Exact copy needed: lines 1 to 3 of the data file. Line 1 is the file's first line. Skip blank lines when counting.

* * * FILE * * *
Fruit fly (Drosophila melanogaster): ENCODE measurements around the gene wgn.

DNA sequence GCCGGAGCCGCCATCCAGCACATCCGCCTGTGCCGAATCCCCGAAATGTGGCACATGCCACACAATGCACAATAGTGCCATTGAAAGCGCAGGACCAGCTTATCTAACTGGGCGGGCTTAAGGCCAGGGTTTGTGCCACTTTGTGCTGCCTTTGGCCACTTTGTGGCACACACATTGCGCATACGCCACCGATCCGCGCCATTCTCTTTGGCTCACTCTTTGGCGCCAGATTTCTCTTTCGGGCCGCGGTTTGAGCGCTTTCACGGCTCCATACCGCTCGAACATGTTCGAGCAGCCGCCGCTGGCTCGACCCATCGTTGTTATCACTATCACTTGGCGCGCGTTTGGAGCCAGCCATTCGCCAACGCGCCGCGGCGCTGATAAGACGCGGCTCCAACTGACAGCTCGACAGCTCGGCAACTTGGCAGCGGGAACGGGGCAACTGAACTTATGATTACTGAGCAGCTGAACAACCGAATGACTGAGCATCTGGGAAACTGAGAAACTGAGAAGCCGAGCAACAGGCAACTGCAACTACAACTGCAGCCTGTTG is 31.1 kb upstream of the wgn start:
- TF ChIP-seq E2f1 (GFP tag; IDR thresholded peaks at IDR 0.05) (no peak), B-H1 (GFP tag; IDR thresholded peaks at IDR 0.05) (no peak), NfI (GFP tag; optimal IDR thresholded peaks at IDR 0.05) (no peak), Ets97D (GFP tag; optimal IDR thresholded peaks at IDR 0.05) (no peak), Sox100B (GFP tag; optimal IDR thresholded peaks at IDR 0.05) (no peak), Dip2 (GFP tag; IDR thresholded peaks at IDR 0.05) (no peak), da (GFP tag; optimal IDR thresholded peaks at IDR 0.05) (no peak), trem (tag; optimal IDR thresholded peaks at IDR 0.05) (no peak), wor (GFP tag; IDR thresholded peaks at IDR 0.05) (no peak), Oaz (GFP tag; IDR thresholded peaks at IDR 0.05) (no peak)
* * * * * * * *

Fruit fly (Drosophila melanogaster): ENCODE measurements around the gene wgn.

DNA sequence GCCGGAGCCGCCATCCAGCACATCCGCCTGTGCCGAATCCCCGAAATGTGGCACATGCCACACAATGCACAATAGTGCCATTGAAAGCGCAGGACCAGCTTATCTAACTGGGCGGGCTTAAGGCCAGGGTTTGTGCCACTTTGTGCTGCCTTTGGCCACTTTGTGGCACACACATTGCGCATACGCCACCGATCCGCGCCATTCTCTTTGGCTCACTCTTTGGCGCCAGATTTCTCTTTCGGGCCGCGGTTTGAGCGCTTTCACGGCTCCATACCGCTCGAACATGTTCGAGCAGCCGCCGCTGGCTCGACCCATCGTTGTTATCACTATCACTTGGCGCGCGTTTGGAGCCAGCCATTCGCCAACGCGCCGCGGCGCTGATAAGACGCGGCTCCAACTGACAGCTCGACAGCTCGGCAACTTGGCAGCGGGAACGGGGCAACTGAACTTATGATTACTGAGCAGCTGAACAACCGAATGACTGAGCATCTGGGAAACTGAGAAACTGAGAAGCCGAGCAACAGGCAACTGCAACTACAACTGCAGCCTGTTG is 31.1 kb upstream of the wgn start:
- TF ChIP-seq E2f1 (GFP tag; IDR thresholded peaks at IDR 0.05) (no peak), B-H1 (GFP tag; IDR thresholded peaks at IDR 0.05) (no peak), NfI (GFP tag; optimal IDR thresholded peaks at IDR 0.05) (no peak), Ets97D (GFP tag; optimal IDR thresholded peaks at IDR 0.05) (no peak), Sox100B (GFP tag; optimal IDR thresholded peaks at IDR 0.05) (no peak), Dip2 (GFP tag; IDR thresholded peaks at IDR 0.05) (no peak), da (GFP tag; optimal IDR thresholded peaks at IDR 0.05) (no peak), trem (tag; optimal IDR thresholded peaks at IDR 0.05) (no peak), wor (GFP tag; IDR thresholded peaks at IDR 0.05) (no peak), Oaz (GFP tag; IDR thresholded peaks at IDR 0.05) (no peak)